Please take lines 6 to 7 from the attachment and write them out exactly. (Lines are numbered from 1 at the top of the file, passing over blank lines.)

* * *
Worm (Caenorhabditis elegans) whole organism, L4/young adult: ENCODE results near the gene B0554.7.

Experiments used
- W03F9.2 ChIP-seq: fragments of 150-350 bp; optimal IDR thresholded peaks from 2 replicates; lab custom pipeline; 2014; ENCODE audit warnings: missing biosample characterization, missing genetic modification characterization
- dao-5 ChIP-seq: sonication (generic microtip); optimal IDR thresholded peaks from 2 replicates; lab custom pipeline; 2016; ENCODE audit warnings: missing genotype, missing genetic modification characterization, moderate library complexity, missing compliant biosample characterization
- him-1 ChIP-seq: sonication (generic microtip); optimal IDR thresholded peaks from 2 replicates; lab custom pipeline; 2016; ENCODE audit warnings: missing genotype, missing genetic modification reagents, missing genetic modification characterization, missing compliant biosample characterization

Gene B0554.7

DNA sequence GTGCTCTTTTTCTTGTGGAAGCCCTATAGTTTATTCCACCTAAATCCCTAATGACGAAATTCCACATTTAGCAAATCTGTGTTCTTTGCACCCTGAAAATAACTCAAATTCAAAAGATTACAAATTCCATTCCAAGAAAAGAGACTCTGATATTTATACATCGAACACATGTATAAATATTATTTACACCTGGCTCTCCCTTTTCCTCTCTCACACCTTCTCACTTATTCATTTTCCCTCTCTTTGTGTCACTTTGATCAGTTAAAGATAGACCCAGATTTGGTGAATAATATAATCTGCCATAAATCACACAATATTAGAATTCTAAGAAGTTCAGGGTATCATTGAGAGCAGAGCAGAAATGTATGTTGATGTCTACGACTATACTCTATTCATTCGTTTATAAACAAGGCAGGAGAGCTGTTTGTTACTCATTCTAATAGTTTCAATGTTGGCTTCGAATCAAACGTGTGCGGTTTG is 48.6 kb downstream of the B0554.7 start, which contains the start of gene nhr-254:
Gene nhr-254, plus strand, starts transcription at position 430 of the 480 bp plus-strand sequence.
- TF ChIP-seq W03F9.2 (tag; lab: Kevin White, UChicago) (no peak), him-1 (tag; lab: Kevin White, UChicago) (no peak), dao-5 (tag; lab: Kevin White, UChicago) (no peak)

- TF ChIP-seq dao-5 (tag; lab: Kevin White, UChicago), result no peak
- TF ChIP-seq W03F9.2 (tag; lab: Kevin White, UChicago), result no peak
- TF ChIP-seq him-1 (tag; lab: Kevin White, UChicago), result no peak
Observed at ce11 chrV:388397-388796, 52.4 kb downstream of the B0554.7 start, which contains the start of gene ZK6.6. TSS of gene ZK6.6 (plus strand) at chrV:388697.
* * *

Gene B0554.7

DNA sequence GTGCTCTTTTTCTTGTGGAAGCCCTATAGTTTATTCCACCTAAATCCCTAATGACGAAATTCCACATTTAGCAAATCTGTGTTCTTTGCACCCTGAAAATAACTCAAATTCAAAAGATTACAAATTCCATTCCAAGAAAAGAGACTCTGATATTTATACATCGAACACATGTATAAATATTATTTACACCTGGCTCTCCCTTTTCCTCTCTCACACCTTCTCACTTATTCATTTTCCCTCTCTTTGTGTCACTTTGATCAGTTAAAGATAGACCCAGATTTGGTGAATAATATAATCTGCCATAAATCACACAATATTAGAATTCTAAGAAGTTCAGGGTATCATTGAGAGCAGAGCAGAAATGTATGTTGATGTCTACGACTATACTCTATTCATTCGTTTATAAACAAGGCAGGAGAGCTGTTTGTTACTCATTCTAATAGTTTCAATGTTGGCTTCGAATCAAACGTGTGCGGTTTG is 48.6 kb downstream of the B0554.7 start, which contains the start of gene nhr-254: